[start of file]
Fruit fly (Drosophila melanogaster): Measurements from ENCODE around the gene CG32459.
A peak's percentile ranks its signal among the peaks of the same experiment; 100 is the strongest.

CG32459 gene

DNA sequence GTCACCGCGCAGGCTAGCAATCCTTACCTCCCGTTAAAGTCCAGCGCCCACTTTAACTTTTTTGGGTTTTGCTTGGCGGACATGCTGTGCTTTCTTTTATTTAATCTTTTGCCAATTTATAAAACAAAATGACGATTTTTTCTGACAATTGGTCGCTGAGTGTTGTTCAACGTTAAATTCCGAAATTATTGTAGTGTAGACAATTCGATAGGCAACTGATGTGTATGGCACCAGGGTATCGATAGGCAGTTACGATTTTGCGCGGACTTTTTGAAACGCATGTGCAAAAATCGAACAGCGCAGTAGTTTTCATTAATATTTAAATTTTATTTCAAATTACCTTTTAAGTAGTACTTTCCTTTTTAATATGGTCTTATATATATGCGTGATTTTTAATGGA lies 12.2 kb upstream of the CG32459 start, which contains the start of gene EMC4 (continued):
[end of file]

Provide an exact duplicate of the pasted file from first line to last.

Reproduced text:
Fruit fly (Drosophila melanogaster): Measurements from ENCODE around the gene CG32459.
A peak's percentile ranks its signal among the peaks of the same experiment; 100 is the strongest.

CG32459 gene

DNA sequence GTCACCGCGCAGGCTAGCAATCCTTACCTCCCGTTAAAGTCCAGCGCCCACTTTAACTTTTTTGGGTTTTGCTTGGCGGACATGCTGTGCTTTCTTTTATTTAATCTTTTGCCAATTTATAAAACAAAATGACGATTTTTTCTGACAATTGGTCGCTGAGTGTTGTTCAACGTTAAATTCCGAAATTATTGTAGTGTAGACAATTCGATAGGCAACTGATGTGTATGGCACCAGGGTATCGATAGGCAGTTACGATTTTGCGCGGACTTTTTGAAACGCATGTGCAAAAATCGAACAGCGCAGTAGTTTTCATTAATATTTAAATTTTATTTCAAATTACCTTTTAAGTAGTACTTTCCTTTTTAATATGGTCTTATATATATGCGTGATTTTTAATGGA lies 12.2 kb upstream of the CG32459 start, which contains the start of gene EMC4 (continued):